It should be easy, right? Cutting straight is what a circular saw is meant to do. But making a straight cut can really be challenging. That’s especially true if you’re a beginner who is just getting familiar with the tool. It’s true for the most-seasoned circular-saw users, too. Here are 5 ways to make getting straight cuts with a circular saw easy.
1. Support and secure your material
You might wonder what supporting your material has to do with making a straight cut. Well, if your material can move or fall as you cut, it’s almost impossible to make a straight cut with a circular saw, no matter how good you are. That means supporting your material is very important. You want to make sure of three things: The piece you are keeping stays in place; the pieces won’t get damaged during and after the cut; you don’t have to hold the material so your hands are both available to control the saw.
If the material won’t stay in place on its own, you can clamp it down. But only place clamps on the piece you intend to keep. You don’t want clamps on both sides of the cut, as this can cause the pieces to bind.
You can support your materials in multiple ways. Here are a few of our favorites:
Use a pair of sawhorses, such as the Kreg Track Horse or Mobile Project Center. This works best when you are cutting a small amount off a longer board. That way, the long piece you are keeping stays on the sawhorses, and the short cutoff can fall to the ground.
To step up your cutting game a bit more, you can create a support to hold your boards as you cut them. Here’s a one you can make that holds long boards easily, and that ensures neither the piece you are keeping or the leftover you are cutting off will fall.
Create a simple, sturdy cutting support for boards
If you’ve ever cut boards with a circular saw, you know that supporting the material can be a challenge. Sawhorses hold the board fine, but they don’t keep the cutoff piece from falling. That’s ok if you’re trimming a bit off the end of a board, but not if you’re cutting a long board into multiple shorter pieces for your project.
This simple project makes it easy to hold long boards while you cut, and it supports the entire length of the board. That means no part of the board will fall when you make your cut. With this support, you can cut long or short pieces off your board confidently. All you’ll need to do is concentrate on getting a straight, accurate cut instead of worrying about what’s going to happen when you cut through the board.
To make one, just get two flat 2x4s and a 1×2. Cut the 1×2 into sections, as shown, and attach them. That’s best done with glue alone, so you don’t have screws that you could accidentally strike with the saw blade.
Supporting plywood and sheets
The best way we’ve found to support plywood sheets is to use a sheet of 2″-thick rigid foam insulation. You can get one at any home center. The foam is 4’x8′, the same size as a sheet of plywood. So, the foam supports the entire sheet. Plus, rigid insulation is sturdy enough that you can use it on the ground or up on a set of sawhorses. You can learn more about using rigid insulation here.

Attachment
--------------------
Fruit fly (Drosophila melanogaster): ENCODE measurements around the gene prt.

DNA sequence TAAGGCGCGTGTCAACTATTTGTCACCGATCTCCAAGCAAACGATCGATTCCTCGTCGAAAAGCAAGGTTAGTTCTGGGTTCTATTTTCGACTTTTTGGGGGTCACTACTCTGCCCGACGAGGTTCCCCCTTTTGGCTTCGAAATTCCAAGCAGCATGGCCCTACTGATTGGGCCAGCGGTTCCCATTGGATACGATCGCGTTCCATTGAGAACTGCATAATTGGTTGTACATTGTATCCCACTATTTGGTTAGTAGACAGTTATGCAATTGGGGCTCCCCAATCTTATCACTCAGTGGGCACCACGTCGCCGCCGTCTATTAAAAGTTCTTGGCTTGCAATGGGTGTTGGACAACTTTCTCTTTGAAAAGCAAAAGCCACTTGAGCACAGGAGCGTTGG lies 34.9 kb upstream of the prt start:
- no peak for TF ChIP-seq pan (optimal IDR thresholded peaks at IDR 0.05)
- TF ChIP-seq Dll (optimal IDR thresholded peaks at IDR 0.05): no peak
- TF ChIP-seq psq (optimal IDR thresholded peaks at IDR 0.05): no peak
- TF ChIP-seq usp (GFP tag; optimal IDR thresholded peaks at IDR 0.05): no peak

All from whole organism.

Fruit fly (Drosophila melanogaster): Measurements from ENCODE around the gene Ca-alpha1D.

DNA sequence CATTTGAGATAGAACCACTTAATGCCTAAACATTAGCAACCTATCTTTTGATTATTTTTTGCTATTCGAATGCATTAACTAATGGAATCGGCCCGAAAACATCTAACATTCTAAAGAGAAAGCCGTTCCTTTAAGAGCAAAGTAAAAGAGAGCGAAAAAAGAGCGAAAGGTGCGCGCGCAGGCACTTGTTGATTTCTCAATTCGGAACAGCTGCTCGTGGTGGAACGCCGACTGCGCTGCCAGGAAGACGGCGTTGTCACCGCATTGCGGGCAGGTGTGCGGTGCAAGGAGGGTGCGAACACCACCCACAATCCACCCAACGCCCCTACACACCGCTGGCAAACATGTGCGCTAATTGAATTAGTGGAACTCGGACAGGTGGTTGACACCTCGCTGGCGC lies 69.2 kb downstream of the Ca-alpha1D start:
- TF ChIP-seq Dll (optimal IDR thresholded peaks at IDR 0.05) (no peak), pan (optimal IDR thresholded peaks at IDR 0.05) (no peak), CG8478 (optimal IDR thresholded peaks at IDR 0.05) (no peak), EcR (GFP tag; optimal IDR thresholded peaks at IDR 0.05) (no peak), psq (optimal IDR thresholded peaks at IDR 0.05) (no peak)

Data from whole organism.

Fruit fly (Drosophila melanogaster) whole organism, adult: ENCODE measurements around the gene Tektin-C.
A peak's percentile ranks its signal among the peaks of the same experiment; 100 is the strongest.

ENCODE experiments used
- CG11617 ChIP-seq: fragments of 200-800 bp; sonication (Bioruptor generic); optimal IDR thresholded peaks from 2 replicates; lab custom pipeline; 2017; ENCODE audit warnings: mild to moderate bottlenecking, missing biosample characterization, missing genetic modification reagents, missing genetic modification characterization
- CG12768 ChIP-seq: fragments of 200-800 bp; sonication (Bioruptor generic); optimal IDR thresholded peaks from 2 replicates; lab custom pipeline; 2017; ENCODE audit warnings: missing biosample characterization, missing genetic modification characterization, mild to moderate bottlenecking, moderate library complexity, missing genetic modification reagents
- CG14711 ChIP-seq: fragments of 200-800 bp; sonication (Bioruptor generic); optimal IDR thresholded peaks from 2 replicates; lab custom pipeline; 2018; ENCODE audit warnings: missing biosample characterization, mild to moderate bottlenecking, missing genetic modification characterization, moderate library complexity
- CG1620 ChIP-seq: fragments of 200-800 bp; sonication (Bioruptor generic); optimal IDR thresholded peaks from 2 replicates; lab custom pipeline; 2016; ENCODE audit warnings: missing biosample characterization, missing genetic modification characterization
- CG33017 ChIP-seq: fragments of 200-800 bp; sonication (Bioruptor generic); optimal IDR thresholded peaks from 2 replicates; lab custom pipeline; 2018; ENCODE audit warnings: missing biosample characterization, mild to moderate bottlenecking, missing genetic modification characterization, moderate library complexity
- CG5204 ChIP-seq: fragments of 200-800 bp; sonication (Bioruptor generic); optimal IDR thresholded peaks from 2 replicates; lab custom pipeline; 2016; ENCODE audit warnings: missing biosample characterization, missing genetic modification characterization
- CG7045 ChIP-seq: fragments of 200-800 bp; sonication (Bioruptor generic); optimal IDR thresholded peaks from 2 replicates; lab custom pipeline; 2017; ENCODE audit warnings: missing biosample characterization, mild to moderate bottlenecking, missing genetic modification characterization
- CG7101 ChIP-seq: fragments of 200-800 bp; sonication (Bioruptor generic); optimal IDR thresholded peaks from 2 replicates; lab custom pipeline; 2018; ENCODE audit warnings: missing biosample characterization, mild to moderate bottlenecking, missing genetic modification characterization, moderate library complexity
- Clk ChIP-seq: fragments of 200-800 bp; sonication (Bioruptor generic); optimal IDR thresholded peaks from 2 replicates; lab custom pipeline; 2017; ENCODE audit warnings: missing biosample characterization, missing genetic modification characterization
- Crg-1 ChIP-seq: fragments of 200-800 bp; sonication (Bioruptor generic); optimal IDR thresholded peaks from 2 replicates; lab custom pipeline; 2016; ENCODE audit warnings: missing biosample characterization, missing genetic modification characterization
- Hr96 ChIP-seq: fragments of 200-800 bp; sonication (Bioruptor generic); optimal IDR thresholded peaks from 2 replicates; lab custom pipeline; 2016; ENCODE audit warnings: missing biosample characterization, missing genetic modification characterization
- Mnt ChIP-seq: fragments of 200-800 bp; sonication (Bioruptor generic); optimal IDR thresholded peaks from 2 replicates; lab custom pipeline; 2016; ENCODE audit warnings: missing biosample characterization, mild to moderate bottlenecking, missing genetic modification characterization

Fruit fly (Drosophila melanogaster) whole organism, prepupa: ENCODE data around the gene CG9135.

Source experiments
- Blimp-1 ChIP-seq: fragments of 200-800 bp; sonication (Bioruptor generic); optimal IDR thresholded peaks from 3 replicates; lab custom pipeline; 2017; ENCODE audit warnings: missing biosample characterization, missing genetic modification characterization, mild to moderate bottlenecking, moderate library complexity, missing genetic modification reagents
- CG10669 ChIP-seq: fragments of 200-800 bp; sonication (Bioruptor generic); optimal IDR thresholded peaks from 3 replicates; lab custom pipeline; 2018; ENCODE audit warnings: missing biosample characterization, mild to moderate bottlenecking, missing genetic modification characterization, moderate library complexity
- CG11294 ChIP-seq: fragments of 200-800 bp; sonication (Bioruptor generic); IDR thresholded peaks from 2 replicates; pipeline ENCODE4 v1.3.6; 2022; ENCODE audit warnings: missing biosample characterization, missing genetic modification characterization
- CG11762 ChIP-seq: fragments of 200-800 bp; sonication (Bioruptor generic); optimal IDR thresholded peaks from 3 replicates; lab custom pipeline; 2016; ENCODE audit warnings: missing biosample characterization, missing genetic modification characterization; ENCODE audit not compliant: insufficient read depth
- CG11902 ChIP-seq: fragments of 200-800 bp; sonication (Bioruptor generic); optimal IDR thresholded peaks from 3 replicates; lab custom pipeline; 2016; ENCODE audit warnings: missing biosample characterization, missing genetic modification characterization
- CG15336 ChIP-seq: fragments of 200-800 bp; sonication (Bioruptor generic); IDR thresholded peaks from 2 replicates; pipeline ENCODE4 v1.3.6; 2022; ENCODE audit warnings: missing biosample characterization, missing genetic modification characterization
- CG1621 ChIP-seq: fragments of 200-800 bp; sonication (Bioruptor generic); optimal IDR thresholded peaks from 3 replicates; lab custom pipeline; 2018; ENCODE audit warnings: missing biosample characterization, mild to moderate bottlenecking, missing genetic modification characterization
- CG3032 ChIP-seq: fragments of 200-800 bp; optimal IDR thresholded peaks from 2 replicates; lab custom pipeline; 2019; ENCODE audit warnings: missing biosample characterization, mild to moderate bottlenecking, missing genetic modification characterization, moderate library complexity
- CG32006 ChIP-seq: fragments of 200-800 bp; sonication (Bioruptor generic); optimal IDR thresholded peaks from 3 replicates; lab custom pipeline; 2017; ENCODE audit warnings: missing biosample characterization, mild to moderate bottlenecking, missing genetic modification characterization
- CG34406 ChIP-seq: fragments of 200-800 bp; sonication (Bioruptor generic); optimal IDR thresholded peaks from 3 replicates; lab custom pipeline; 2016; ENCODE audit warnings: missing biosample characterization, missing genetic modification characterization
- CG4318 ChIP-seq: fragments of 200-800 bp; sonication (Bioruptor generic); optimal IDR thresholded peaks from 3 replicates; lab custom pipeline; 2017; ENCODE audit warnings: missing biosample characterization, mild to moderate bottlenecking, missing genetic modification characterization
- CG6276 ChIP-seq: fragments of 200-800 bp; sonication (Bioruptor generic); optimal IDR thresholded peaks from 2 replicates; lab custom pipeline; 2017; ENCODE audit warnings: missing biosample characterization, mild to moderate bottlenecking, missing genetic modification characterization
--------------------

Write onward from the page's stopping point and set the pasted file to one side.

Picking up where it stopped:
2. Set your saw up for success
Once you have your material supported, you’re ready to cut—almost. Before you fire up the saw, make sure it’s set up correctly. There are just a few things you need to check. Before you do anything, though, ensure that the saw is unplugged or that the battery is removed. This keeps you safe by preventing the saw from accidentally turning on.
First, check the condition of the blade to make sure the teeth are sharp. A dull blade gives a rougher cut, of course, but it also means you’ll have to push the saw harder, which makes it harder to control and get a straight cut.
Then make sure the saw’s bevel scale—located at the front with marks from 0 to 45° degrees—is set correctly so the blade will cut straight through the thickness of the wood. On most saws, the bevel scale will show 0° when the blade is perpendicular to the saw base.
Checking the saw’s cutting depth comes next. This is something too many people neglect when using a circular saw. If saw is set to cut too deep, it will be harder to control, which makes cutting straight more of a challenge. Plus, it leaves way more of the blade exposed to potential contacts than necessary. Loosen the saw’s depth lock—usually a lever near the back of the saw—and then set the cutting depth to the thickness of your material plus about 1/8″.
Now you can plug in your saw or reinstall the battery. If you’re using a corded saw, make sure that the cord can move freely as you cut. A cord that drags or gets caught can steer the saw off course, which will ruin a straight cut every time.
3. Measure accurately and mark clearly
You can’t cut straight if you don’t know where you need to cut. So, it’s important to measure accurately and to mark your cutline clearly. It’s super frustrating to mark your cut, then not be able to find the mark. Be bold. Make it clear where you want to cut.
When you buy boards, the ends may not always be square or straight. Before you cut, it’s a good idea to trim a small amount off the end—just a fraction of an inch—to ensure that you start with a straight, square end.
Don’t forget the saw kerf
When you cut using any kind of saw, it removes a bit of the wood. The part that gets cut away and turned into sawdust is called the kerf. With most saw blades, the kerf will be close to 1/8″ wide. So, it’s important that you cut on the correct side of your line. If you cut on the wrong side, the dimension of your piece will be off by the width of the kerf. With a circular saw, here’s an easy way to keep it straight:
- If you measure from the left, cut on the right side of your line.
- If you measure from the right, cut on the left side of your line.
4. Use a Guide
We could tell you a bunch of ways to guide your saw freehand, to learn to follow long cut lines, etc. It’s definitely possible with practice. But here’s the thing: You can make straight cuts with a circular saw way more easily by using saw guides.
Sure, we make saw guides, so it’s in our interest to tell you to use them. But we build and sell saw guides because they make cutting straight with a circular saw something you can do easily, predictably, safely, and confidently—every time. And isn’t that the goal? Plus, saw guides aren’t expensive, especially when compared to the cost of having to buy extra boards or a sheet of plywood because of a messed-up cut.